When other kids were doing sports, I was window shopping and making my rounds at all the cool shops. I studied art on the streets and in museums, galleries and stores. Aside from studying photography at SFAI, I studied performance art with people like Chris Burden, and had classes and was friends with people like Karen Finley. I studied drawing with David Hockney who became a dear friend.
At Little Rickie, I hired the genius local artist, Ilona Granet to paint the store sign in the window on 1st Street, later hiring the genius Julie Wilson to paint the reverse window paintings in all the windows on 1st and 3rd.
photo: Julie Wilson
What was it like to run the shop in the 1980s and 90s?
The neighborhood was full of characters. For example, it was not that I chose not to capitalize on Paul Reubens' tragedy in Florida by not raising prices on the items from his show. It was that Paul shopped at Little Rickie when Pee Wee's Playhouse was being shot in New York. Paul bought some of the best vintage items I had for sale, like a pair of 1950s shoes with springs attached to the soles, so one could walk like a pogo stick. I probably priced them at 25 bucks, which was the underlying philosophy of the store, make it accessible, nothing elitist. 10 cents bought you a cool novelty. 25 bucks, a museum quality collectible toy.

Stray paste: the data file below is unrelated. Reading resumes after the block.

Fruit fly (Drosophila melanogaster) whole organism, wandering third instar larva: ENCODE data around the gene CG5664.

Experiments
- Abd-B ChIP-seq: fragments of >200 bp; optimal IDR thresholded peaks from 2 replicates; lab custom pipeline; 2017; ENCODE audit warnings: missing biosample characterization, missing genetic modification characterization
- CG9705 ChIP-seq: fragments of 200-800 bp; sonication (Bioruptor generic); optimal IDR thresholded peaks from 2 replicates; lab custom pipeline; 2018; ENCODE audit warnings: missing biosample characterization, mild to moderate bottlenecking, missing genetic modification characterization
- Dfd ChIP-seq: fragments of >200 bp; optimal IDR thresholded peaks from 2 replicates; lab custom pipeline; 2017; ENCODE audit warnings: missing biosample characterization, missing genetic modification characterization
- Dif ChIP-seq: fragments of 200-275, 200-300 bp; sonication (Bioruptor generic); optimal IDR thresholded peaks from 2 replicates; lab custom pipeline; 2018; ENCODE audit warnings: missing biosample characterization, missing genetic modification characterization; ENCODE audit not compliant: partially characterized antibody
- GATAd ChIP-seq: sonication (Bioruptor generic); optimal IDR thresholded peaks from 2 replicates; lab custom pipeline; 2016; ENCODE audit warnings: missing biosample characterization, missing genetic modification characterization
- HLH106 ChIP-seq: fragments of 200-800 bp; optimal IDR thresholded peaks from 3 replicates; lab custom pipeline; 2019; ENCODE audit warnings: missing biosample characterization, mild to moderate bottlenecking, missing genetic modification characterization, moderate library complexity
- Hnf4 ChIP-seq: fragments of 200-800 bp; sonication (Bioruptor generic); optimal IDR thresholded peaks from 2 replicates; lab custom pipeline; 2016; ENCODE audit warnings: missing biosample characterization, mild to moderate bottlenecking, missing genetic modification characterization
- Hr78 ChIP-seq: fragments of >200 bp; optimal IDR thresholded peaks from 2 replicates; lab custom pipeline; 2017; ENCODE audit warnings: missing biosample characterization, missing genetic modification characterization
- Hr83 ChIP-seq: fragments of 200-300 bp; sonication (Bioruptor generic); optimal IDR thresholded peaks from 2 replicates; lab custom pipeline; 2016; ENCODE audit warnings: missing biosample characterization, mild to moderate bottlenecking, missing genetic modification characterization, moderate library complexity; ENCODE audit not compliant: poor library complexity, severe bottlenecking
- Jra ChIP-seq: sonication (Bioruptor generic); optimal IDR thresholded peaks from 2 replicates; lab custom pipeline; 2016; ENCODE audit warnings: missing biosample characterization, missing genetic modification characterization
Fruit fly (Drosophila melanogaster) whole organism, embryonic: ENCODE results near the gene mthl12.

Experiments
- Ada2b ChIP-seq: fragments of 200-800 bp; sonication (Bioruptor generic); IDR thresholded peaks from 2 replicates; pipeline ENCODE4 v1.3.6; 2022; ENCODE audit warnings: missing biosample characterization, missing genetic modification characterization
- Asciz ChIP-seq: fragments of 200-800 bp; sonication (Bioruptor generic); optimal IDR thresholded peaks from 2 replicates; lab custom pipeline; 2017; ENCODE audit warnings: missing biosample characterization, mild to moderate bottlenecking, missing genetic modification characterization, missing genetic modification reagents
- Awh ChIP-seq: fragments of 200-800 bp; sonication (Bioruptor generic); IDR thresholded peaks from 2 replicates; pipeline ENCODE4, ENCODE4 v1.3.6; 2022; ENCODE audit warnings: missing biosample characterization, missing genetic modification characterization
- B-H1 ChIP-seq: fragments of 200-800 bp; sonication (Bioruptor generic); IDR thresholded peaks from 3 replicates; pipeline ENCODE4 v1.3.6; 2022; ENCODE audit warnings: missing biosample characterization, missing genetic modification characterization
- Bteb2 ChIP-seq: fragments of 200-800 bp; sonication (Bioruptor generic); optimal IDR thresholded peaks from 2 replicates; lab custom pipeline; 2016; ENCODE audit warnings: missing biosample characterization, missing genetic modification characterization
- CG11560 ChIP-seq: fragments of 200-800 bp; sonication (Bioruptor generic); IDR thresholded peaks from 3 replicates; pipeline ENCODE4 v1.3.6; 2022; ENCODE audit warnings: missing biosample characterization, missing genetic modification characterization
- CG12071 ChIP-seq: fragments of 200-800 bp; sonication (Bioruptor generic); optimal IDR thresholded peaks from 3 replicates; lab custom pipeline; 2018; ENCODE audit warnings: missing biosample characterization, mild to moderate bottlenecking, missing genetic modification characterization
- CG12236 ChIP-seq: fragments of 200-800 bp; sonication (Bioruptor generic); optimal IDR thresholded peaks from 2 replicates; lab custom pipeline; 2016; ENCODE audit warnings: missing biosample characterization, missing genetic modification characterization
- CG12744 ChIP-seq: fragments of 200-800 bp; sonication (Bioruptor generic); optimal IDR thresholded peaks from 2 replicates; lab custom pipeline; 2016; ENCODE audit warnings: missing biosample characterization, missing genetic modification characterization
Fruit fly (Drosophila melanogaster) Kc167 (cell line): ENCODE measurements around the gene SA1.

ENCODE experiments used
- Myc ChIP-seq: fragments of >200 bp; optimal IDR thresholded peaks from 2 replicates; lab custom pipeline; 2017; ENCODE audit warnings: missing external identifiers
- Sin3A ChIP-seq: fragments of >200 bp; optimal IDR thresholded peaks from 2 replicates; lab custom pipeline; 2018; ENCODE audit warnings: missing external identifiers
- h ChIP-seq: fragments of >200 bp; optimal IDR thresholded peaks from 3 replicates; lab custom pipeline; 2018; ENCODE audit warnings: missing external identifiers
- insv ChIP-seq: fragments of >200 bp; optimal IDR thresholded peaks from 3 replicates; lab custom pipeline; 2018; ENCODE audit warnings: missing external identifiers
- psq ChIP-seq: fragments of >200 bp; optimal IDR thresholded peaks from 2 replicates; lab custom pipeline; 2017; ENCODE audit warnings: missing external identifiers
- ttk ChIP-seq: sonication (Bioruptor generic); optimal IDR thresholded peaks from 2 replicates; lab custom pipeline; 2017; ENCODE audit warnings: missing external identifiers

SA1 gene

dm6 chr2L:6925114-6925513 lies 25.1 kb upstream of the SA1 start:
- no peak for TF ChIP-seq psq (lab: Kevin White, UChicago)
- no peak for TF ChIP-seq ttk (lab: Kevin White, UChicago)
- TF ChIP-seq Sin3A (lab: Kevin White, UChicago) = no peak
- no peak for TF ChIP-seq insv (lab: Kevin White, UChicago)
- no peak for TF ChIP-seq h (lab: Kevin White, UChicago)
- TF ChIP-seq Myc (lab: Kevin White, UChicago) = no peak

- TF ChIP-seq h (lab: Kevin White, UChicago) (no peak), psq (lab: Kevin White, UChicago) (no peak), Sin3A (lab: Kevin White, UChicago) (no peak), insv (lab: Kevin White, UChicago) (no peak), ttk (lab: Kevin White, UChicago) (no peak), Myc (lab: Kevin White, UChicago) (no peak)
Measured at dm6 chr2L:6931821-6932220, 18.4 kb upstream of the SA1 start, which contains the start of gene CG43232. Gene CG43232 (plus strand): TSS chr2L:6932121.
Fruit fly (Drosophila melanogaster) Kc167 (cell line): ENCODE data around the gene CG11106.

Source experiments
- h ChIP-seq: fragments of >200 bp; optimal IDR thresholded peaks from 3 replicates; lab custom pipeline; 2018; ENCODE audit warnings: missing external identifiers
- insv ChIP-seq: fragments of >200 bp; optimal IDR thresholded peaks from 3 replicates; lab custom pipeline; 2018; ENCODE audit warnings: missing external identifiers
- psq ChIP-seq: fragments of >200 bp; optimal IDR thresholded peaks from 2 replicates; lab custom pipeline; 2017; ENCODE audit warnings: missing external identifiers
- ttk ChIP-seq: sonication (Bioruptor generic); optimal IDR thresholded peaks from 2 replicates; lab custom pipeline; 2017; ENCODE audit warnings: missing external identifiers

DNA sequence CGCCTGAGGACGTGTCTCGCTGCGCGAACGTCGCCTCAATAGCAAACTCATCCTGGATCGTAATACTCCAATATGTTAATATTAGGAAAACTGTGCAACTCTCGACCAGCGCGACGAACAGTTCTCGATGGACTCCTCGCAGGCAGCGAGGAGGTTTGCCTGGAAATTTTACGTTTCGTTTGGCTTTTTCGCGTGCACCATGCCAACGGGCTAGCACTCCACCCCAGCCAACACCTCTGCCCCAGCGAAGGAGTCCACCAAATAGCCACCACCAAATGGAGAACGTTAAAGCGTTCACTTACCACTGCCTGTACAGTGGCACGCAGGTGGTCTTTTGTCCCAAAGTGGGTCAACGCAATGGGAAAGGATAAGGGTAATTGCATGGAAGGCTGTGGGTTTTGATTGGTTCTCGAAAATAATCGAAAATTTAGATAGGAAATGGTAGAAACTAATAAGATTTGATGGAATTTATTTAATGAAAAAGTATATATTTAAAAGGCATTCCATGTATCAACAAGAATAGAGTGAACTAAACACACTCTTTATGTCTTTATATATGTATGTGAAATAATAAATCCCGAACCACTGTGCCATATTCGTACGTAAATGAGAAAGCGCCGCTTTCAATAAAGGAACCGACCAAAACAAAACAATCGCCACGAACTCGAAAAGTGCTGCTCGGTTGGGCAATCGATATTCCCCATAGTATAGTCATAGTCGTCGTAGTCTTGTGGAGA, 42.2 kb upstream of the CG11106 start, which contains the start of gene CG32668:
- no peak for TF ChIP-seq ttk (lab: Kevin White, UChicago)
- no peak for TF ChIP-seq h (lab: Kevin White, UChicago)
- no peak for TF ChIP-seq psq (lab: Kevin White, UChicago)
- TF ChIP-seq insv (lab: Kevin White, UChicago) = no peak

People like Taylor Mead became a good friend, and always stopped by the store to hang in the photobooth for the afternoon. At night we were all at The Palladium, Area, and local bars, like The Bar. There was a complete sense of local. We lived in, worked in, hung out in the neighborhood.